The base Cayenne GTS and Cayenne GTS Coupe models ride on a special set of black-silk gloss 21-inch RS Spyder Design alloy wheels, although take note that many wheel and tire packages are available. Likewise, grey cast iron 390 by 38 mm front and 358 by 28 mm rear brake rotors come standard, as are a set of red-painted calipers, but the new GTS can be had with the tungsten carbide-coated Porsche Surface Coated Brake (PSCB) system, or better yet the Porsche Ceramic Composite Brake (PCCB) system. Two additional options include rear-axle steering, and Porsche Dynamic Chassis Control (PDCC) active roll stabilization.
The two new GTS model wouldn’t be complete without a bevy of styling enhancements from the exterior to the interior, so Porsche has added the usual blackened trim bits outside via the standard Sport Design package, which darkens accents on the front air intakes, side window surrounds, exhaust tips, plus the Porsche badges and model designation in back. Likewise, the LED headlamps, which feature the Porsche Dynamic Light System (PDLS), are tinted black too, as is the new LED taillight bar.
As is normally the case with GTS models, Porsche covers the interior door and centre console armrests in rich suede-like Alcantara, not to mention the seat centre panels, the roof liner, and more, while dark-brushed aluminum accents separate the GTS’ cabin from the brighter aluminum used on other Cayenne trims.
The standard eight-way powered front sport seats are improved with larger side bolstering too, as well as “GTS” embroidery on the head restraints, but this isn’t the only place you’ll find the renowned GTS emblem. Check out the primary gauge cluster’s tachometer dial, the door entry sills, and the front outer door panels too. Those wanting more can opt for a GTS interior package that features Carmine Red or Chalk colour accents, including decorative stitching.
The new 2021 Cayenne GTS and 2021 Cayenne GTS Coupe are now available to order from your local Porsche dealer ahead of arriving during Q4 of 2020, while respective pricing starts at $120,400 and $126,500, plus freight and fees.
Porsche is a master of limited-run special editions, and the new 2021 911 Targa 4S Heritage Design Edition is one of the more intriguing examples we can remember. If there ever was a car that fit the modern-day classic term to a T, this is it.
The “T” stands for Targa, and thanks to a stylish silver roof hoop that not only protects this retractable hardtop convertible’s occupants from rollover, but also pays visual tribute to the 1967 911 Targa original, this body style suits the Heritage Design Edition’s retrospective purposes even better than a 911 Coupe or Cabriolet could.
“We are evoking memories of the 1950s, 1960s, 1970s and 1980s in customers and fans with the Heritage Design models,” commented Porsche Executive Board Chairman Oliver Blume in a press release. “No brand can translate these elements into the modern day as well as Porsche. In this way, we are fulfilling the wishes of our customers. With the exclusive special editions, we are also establishing a new product line which stands for the ‘lifestyle’ dimension in our product strategy.”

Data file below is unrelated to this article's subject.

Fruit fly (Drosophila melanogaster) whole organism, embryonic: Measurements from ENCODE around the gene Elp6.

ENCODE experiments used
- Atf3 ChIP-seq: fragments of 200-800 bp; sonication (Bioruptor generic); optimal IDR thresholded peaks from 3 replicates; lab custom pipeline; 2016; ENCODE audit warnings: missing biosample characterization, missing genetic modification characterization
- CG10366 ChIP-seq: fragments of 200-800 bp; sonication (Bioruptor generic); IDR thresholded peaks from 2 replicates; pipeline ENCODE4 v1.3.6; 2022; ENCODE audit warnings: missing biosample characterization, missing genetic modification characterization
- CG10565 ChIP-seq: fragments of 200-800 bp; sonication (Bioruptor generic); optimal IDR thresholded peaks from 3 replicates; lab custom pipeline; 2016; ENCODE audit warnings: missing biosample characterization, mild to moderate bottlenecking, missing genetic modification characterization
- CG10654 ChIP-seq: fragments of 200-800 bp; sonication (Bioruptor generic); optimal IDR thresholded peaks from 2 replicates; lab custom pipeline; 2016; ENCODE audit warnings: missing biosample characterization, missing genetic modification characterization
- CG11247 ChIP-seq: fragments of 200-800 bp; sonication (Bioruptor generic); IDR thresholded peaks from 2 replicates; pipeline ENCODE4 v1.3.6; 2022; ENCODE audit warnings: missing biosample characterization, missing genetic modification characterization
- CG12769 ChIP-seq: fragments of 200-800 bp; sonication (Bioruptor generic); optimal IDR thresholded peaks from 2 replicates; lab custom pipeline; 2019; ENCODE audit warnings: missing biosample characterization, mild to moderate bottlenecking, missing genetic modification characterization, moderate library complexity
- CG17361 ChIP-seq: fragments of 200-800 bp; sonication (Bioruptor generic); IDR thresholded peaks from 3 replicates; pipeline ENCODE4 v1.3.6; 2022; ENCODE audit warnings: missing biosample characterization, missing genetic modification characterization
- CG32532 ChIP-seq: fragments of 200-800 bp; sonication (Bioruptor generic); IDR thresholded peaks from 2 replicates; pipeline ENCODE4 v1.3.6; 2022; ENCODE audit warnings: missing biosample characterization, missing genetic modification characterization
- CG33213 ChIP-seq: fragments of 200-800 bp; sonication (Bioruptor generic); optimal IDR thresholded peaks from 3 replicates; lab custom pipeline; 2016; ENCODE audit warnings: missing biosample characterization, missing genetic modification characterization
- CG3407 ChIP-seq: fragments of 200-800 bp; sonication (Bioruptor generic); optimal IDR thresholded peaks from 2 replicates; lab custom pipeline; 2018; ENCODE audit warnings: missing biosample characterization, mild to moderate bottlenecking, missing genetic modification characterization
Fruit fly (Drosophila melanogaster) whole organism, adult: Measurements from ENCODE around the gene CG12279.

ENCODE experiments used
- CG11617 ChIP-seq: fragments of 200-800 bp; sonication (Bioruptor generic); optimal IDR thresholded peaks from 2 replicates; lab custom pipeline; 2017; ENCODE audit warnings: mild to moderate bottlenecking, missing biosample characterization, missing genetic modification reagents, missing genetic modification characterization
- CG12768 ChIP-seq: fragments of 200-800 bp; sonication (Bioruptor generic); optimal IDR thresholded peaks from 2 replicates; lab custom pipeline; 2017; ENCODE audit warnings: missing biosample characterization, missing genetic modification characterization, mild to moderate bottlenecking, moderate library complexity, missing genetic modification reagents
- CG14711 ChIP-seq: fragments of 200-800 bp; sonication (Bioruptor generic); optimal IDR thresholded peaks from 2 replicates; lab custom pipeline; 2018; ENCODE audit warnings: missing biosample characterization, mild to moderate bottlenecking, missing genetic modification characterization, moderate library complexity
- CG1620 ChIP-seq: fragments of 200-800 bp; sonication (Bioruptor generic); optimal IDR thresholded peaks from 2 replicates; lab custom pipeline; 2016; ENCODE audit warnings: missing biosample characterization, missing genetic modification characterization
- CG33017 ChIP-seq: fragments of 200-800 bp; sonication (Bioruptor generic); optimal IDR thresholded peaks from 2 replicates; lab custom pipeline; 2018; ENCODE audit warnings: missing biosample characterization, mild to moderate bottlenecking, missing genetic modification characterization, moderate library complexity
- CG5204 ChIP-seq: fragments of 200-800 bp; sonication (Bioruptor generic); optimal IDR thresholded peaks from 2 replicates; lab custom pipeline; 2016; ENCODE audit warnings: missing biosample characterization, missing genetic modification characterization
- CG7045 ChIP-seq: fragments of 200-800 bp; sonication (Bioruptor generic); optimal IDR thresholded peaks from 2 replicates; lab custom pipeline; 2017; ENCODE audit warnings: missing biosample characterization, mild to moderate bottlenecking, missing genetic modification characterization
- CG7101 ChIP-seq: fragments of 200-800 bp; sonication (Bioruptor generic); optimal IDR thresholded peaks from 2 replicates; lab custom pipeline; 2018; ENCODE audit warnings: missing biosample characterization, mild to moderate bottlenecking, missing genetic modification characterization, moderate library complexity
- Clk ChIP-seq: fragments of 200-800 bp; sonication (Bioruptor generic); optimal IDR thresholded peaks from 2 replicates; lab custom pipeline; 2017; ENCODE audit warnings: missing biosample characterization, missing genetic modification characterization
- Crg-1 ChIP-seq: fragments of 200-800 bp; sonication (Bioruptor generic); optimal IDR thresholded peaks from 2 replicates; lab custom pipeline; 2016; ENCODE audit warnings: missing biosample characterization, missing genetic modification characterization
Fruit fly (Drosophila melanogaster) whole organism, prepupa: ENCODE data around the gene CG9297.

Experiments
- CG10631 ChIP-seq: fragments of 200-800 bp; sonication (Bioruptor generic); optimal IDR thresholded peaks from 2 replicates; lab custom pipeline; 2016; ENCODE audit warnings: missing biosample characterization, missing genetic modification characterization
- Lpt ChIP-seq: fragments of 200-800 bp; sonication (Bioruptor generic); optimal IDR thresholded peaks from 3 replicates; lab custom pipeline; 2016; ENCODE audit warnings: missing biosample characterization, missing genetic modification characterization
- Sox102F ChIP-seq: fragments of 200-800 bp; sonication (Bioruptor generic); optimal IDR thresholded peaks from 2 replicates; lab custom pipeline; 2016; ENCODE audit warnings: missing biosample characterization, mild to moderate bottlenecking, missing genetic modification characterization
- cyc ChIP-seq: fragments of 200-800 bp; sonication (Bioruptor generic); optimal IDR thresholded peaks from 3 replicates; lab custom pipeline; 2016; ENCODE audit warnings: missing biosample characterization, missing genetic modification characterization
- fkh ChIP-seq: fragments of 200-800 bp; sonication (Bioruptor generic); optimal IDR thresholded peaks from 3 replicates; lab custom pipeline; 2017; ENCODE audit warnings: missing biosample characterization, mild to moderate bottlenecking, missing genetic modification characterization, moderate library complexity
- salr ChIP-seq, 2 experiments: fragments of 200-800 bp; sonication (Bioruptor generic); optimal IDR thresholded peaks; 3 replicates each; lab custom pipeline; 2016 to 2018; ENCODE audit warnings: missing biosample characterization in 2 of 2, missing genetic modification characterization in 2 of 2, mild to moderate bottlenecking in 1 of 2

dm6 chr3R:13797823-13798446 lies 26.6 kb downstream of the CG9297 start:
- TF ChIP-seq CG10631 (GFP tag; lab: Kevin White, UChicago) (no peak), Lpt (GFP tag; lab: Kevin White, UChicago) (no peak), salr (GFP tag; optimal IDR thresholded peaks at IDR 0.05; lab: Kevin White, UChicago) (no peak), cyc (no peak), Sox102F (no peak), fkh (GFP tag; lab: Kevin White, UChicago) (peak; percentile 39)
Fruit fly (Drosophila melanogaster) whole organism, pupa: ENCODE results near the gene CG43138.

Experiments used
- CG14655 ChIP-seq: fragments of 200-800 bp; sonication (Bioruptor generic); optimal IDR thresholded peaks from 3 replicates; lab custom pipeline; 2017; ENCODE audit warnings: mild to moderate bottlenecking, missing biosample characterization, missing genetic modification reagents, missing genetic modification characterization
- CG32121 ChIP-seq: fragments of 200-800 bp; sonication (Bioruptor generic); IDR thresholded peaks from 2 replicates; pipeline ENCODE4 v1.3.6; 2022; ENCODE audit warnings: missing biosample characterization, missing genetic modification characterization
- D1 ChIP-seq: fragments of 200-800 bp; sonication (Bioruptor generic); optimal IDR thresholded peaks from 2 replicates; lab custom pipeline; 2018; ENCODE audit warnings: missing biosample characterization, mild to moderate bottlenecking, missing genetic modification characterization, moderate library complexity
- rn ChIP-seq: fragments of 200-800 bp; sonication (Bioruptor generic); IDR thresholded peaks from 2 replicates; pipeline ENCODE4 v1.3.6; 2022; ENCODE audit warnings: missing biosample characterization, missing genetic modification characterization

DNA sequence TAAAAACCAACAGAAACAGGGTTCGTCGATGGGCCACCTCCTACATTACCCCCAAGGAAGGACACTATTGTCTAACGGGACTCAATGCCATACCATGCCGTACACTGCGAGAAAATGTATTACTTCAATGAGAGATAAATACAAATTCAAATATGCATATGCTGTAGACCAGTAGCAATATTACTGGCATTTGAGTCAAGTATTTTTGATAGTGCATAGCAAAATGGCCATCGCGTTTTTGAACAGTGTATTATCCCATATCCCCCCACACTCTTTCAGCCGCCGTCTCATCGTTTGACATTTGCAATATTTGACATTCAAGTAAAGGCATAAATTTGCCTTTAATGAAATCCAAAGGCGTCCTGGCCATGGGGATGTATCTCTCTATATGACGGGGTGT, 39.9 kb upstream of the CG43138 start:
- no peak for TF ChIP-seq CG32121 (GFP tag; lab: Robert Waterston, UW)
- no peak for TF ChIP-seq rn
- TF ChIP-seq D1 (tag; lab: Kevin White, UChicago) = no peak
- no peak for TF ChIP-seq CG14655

While four exterior colours are available, the beautifully rich Cherry Metallic paint chosen exudes a sense of yesteryear, while the racing-inspired spear-shaped front fender stripes and round decal-like numbered livery, plus the historically accurate 1963 Porsche Crest badges, the rear deck lid-mounted Porsche Heritage insignia, gold-tone nameplates are the icing on the proverbial cake. Inside, two-tone Bordeaux Red or Black leather and Atacama Beige OLEA Club leather and corduroy add even more history to the mix, making this the perfect Porsche for those who’d love to be driving something 50 years old, but would rather enjoy the benefits of a modern 911’s performance, comforts, technical advancements, reliability and safety.
As the name implies, the new 2021 911 Targa 4S Heritage Design Edition is based on the equally new 2021 911 Targa 4S we covered last month, and therefore receives all of the goodness infused into this new 992-generation model, including new chassis tech, driver assistance systems, infotainment upgrades, etcetera. A 443 horsepower version of Porsche’s twin-turbo, horizontally opposed six-cylinder engine is housed below an auto-deployable rear wing, controlled by a paddle-prompted eight-speed dual-clutch PDK automated gearbox. With Launch Control engaged, the Targa 4S can sprint from zero to 100 km/h in under 3.6 seconds before maxing out at a 304-km/h track speed.
This new special edition, limited to 992 examples (the name chosen for the new 911’s 992 code-name) will be the first of the four Heritage Design models, the one featuring plenty of ‘50s- and ‘60s-era design cues like a green backlit tachometer and dash-mounted clock, as well as perforations in the roof liner, although soft suede-like microfibre now replaces the vinyl used in the past.